What the John Mark Dilemma Suggests About Spiritual Leadership

What the John Mark Dilemma Suggests About Spiritual Leadership January 30, 2018

Reading through the Book of Acts recently, I’ve been fascinated with the dispute between Paul and Barnabas concerning John, also called Mark.

As a missionary in a leadership position, I often found myself challenged by this very dilemma. Every minute spent pouring into one person is one that might have been spent elsewhere. How do I know where best to use my influence? What is the best approach for investing my time and passion?

I spent hours, days, weeks, chasing potential leaders around Asia and Central America. Often the chase paid off in the end and there was fruit from my influence. Just as often, the chase was wasted and the person drifted away. Is there a more efficient way to do it? How do I live with the disappointment? How do I make the choice?

During the first missionary journey of Paul and Barnabas, John Mark abandons them. It gets too hard. He quits. He leaves the other two in Pamphylia and returns to the comfort of home.

After heroic tales of the first journey, John Mark wants to join as Paul and Barnabas set out for a second. Paul refuses. Barnabas insists. And what ends up happening is a split, a schism – Barnabas goes one way with John Mark and Paul goes another with Silas.

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As a leader, this balance between grace and accountability is a difficult one. We are too easy on one another, lacking in spiritual fervor (not extremism, but zeal) or we are too hard on one another, withholding forgiveness and casting potential away.

A leader can waste a lot of time on someone who is not ready (or perhaps willing) to take ownership and commit to the vision set before them. This is Paul’s stance. The gospel is too important, the harvest too ripe for second-guessing, half-hearted obedience.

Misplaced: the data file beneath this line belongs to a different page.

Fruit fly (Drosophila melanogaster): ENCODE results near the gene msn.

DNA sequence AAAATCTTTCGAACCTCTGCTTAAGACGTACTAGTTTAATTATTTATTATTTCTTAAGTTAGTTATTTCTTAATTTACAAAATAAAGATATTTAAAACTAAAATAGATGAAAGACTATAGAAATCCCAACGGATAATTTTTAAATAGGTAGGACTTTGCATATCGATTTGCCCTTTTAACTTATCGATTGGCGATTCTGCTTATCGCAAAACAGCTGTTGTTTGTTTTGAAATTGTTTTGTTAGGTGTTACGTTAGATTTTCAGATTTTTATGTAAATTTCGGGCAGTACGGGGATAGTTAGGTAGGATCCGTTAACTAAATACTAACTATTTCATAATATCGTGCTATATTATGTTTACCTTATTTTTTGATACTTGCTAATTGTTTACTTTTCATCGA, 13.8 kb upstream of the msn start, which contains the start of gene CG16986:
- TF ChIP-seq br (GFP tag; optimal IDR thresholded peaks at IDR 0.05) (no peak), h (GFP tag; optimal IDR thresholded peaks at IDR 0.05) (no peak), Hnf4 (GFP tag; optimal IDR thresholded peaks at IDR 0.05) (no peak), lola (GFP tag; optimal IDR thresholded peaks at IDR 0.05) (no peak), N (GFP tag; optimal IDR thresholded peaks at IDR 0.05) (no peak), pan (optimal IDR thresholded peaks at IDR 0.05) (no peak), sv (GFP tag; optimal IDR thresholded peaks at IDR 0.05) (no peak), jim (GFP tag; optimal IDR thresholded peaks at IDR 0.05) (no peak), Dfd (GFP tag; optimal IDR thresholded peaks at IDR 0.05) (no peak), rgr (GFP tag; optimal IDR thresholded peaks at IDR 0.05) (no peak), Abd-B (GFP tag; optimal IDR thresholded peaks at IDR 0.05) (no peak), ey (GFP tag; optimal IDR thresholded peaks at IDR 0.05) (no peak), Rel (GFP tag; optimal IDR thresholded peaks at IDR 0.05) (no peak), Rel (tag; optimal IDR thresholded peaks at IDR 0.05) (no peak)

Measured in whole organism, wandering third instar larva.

Obviously, there is a place for forgiveness, for second chances. This is what Barnabas represents. And Barnabas is one of the great heroes of the New Testament. Even Paul himself, in the letter to Colossians, implores other believers to welcome John with open arms.

But here is what keeps me up at nights: the Biblical story follows Paul and Silas. It is their path that becomes the avenue that transforms the world. The Biblical narrative chooses Paul’s harsh demands over Barnabas’ second chances – at least in terms of story and timeline.

I worry that, in this world of second and third chances, we have become too easily blown by the wind. Should we keep on sinning so that grace might increase? Are we giving ourselves too much slack?

One of the hardest things about being a leader is letting go. Leading is about influence. At some point, a very critical point,  people must decide for themselves what kind of person they want to be. It is this secret garden, this solemn chamber of the soul, which we are not allowed to go: the holy of holys.

John Mark is a cautionary tale. Sure, he gets to participate in the Kingdom and his story has a profoundly beautiful place in the lexicon of The Kingdom. But what more might have been done in his life had he stayed the course?

It is commitment to the gospel that is most lacking in the Christian world. We spend too much time running in circles. Too much time second-guessing. Too much time falling away.

That is the gamble of leadership. We must do it with wisdom and careful discernment.

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